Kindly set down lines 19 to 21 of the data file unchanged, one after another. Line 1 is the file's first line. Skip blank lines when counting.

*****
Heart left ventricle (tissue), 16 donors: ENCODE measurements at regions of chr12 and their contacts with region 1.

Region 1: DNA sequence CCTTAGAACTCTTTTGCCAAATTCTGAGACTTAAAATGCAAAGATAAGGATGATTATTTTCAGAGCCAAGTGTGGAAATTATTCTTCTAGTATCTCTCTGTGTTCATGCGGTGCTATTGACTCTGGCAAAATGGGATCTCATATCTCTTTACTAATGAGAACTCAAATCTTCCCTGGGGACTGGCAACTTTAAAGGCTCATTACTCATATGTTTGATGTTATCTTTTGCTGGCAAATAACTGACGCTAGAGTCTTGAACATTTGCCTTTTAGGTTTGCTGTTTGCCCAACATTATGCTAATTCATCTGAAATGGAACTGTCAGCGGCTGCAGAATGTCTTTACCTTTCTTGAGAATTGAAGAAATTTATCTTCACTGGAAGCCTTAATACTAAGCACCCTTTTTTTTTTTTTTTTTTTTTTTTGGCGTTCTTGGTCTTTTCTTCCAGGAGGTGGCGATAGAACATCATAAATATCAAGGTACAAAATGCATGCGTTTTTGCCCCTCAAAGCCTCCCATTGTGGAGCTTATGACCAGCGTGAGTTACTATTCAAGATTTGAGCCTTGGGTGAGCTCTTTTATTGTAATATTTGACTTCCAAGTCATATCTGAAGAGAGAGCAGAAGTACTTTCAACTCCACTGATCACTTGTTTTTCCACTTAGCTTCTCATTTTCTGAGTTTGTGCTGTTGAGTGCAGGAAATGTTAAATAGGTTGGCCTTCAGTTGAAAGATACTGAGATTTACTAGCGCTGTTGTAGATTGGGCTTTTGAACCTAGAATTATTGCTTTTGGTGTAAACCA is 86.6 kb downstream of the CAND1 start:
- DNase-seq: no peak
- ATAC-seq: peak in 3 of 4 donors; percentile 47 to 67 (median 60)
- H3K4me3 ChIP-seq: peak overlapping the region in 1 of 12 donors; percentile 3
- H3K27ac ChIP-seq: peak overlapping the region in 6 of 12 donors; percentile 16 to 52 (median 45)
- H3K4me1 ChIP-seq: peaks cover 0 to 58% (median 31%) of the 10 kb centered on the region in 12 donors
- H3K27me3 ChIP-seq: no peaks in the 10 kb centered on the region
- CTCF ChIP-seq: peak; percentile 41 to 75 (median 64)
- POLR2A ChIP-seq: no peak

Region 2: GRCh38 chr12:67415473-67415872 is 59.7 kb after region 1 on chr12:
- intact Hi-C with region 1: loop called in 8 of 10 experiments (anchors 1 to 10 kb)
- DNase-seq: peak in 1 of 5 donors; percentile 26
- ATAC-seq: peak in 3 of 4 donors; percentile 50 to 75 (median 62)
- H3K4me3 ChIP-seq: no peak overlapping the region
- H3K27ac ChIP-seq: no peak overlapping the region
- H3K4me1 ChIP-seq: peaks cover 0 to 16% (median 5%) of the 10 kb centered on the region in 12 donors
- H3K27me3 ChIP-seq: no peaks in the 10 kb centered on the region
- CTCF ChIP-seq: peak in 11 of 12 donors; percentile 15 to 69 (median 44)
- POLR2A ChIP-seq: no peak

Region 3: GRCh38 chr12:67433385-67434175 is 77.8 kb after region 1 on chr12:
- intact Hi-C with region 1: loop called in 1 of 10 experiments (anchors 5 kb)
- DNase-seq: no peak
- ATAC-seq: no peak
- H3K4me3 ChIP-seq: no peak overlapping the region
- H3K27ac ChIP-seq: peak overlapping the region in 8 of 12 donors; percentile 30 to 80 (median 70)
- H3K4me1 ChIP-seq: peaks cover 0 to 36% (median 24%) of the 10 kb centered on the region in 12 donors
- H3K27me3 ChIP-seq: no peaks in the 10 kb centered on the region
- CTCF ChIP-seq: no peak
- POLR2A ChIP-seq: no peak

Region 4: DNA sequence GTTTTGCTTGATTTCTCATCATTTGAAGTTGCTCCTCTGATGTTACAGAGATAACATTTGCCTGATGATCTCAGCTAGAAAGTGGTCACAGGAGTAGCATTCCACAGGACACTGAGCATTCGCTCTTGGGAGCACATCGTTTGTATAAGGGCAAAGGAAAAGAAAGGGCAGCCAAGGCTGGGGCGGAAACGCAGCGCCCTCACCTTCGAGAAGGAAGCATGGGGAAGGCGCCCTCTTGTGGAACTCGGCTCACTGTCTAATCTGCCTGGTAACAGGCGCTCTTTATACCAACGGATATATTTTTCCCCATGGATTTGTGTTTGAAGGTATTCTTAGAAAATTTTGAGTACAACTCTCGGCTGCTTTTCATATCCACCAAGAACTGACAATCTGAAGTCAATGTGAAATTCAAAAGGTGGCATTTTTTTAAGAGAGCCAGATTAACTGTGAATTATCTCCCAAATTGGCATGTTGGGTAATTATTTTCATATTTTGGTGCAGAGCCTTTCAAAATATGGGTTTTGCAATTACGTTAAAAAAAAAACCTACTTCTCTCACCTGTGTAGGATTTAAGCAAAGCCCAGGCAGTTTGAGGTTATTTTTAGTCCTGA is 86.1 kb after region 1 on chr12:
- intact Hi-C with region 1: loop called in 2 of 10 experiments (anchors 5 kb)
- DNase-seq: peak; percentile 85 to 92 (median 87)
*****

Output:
- CTCF ChIP-seq: peak in 11 of 12 donors; percentile 15 to 69 (median 44)
- POLR2A ChIP-seq: no peak

Region 3: GRCh38 chr12:67433385-67434175 is 77.8 kb after region 1 on chr12: